By William Shakespeare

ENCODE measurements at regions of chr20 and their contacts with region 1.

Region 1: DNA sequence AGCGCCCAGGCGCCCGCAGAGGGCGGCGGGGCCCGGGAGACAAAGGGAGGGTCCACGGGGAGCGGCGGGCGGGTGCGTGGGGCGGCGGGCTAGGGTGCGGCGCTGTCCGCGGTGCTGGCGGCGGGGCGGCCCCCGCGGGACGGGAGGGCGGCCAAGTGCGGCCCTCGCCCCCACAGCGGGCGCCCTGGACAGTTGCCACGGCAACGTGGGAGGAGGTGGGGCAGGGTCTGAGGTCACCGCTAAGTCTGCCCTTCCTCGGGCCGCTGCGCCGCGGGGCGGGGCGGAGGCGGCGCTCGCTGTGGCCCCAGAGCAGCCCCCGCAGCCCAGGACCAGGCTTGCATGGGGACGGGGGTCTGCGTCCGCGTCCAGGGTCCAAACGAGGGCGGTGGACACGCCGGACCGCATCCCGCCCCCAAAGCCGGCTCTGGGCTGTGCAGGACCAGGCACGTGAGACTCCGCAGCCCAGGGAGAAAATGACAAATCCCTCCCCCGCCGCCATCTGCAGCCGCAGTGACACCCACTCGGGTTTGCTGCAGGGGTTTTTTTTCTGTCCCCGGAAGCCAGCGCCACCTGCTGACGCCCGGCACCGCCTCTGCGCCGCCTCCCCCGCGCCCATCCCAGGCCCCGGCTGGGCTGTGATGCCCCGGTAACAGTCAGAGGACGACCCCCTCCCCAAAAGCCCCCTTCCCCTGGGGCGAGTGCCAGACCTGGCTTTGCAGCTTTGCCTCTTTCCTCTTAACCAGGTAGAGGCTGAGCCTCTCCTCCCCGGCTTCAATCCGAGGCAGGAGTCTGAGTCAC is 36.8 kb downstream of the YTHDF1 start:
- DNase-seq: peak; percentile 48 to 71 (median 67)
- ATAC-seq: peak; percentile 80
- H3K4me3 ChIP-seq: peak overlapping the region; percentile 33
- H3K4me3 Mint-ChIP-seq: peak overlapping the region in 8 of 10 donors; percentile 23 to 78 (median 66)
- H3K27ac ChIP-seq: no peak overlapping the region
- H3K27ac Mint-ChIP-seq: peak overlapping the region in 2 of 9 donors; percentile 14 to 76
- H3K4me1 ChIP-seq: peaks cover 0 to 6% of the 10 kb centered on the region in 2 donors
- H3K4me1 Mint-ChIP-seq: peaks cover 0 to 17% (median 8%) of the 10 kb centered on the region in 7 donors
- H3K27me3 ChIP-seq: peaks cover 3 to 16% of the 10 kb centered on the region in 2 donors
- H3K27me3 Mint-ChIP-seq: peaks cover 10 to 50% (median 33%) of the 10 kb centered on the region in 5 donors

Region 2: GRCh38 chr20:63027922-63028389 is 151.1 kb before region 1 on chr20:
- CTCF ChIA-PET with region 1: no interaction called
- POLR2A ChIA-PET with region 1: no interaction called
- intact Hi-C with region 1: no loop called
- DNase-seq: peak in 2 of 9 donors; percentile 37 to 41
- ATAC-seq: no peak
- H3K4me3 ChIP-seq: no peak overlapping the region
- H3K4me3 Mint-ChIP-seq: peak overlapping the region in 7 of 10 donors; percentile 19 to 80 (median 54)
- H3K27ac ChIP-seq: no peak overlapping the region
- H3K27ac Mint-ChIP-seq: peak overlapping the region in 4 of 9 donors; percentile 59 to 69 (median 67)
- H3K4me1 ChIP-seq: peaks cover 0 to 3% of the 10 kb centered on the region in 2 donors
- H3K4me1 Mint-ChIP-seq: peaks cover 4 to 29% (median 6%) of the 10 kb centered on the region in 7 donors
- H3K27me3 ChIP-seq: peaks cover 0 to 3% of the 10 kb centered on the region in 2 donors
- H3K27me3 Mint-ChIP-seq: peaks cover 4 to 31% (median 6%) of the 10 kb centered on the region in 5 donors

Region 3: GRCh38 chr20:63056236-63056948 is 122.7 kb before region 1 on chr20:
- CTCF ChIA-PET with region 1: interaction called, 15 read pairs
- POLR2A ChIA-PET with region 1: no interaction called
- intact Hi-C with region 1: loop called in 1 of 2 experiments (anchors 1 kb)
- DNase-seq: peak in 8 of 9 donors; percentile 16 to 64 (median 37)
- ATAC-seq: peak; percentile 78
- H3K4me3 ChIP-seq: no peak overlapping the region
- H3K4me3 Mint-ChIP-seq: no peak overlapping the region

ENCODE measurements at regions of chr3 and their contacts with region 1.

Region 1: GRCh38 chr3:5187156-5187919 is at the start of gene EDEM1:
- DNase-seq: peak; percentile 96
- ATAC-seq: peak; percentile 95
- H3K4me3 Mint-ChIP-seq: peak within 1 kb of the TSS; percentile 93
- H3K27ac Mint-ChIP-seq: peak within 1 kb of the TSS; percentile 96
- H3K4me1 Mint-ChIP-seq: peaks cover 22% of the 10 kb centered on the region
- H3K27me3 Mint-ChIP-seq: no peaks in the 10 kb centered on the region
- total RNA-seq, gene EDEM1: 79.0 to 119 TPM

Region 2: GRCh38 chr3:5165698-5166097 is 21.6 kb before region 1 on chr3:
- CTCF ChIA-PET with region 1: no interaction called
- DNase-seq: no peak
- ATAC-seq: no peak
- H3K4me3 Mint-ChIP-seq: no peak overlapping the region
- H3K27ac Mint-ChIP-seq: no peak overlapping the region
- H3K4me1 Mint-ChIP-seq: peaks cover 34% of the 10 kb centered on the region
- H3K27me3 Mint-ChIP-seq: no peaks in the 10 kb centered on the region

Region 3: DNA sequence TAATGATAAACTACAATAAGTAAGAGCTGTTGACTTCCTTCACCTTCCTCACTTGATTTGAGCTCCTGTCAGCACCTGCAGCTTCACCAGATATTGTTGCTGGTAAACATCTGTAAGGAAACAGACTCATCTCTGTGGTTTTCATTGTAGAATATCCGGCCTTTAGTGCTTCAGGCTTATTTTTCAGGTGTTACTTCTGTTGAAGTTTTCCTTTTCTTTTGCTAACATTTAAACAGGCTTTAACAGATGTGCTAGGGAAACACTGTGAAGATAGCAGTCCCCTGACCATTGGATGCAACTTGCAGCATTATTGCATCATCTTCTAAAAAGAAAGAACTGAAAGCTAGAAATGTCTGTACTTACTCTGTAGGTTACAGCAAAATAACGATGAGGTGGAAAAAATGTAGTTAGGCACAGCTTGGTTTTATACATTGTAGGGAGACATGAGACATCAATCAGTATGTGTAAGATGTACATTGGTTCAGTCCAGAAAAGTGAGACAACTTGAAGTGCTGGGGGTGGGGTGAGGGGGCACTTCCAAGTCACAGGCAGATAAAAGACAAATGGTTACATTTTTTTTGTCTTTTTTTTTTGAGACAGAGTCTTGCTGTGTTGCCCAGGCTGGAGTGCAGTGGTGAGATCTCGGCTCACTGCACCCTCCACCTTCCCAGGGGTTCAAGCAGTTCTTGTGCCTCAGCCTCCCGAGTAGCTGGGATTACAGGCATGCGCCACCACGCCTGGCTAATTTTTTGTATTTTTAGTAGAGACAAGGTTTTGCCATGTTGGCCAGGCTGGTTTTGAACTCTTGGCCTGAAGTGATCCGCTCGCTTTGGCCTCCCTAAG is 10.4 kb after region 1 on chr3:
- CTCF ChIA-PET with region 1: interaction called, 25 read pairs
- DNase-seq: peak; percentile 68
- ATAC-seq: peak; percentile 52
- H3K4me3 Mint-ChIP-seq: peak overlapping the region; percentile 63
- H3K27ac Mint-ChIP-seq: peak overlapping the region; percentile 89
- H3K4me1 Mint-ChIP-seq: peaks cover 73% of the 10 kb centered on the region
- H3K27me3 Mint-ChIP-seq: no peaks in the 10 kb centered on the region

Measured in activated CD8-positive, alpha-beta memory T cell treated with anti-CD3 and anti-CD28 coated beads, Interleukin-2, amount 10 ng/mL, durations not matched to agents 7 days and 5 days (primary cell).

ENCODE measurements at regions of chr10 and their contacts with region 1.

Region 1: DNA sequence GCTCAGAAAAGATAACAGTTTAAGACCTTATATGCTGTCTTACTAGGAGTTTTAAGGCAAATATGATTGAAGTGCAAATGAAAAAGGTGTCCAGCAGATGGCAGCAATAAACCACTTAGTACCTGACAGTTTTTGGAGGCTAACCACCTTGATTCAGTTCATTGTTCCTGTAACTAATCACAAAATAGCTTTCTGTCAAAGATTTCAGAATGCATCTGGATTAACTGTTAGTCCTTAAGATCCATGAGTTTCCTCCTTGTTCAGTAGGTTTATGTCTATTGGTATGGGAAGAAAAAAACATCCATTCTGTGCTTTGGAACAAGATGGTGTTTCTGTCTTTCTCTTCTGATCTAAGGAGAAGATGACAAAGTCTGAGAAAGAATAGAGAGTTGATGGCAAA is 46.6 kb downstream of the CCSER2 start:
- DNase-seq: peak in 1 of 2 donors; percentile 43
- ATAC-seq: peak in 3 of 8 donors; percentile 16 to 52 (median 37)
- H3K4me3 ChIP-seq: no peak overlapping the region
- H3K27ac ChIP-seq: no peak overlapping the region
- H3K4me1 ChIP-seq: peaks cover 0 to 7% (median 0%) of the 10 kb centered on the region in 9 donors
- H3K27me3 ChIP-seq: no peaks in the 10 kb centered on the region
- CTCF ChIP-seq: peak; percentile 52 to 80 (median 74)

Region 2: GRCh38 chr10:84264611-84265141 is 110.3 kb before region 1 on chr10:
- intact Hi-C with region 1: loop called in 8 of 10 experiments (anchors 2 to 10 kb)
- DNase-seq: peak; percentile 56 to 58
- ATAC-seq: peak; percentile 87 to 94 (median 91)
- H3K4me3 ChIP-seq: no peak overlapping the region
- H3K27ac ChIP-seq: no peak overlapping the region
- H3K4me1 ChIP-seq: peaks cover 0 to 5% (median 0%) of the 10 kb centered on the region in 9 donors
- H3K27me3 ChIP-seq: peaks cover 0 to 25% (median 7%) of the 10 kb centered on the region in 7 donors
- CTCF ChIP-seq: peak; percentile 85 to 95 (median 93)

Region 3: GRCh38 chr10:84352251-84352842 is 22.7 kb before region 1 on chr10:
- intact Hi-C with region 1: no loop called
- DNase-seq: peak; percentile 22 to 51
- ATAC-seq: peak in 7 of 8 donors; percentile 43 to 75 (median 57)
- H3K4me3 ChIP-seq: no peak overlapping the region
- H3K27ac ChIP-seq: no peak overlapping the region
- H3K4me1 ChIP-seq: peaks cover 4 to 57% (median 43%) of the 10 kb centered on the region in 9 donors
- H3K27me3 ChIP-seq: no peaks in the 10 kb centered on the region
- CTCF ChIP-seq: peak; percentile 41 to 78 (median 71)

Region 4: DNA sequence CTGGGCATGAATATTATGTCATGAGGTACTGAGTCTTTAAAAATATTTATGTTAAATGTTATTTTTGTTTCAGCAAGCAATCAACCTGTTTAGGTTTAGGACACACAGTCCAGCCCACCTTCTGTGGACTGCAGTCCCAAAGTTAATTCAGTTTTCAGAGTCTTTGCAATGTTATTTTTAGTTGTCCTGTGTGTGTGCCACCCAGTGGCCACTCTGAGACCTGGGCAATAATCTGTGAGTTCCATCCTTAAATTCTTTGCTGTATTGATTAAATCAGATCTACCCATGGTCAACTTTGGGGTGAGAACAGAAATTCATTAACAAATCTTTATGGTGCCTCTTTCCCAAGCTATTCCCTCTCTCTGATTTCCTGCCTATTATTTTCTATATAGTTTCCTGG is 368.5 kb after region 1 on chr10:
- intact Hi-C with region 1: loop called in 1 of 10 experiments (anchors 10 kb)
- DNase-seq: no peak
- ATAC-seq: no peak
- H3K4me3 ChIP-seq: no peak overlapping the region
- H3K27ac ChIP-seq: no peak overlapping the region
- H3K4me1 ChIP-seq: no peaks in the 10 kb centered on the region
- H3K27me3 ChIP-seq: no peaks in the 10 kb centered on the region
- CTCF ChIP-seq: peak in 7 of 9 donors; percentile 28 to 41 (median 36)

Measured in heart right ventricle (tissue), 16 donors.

When Richard looks at his brother, King Edward IV, he is so blinded by jealousy that he can only see a tyrant. In spite of his brother's peaceful and stabile reign, Richard bemoans it as the "winter of our discontent." Speaking directly to the audience, he informs them of his intentions to tear apart his own family to accelerate his ascent to the throne. As the murders add up, Richard remains cold and unrepentant, proving himself one of the most unforgettably amoral villains in literature. But even as Richard stifles his conscience, he cannot escape being haunted by the ghosts of the many victims of his machinations.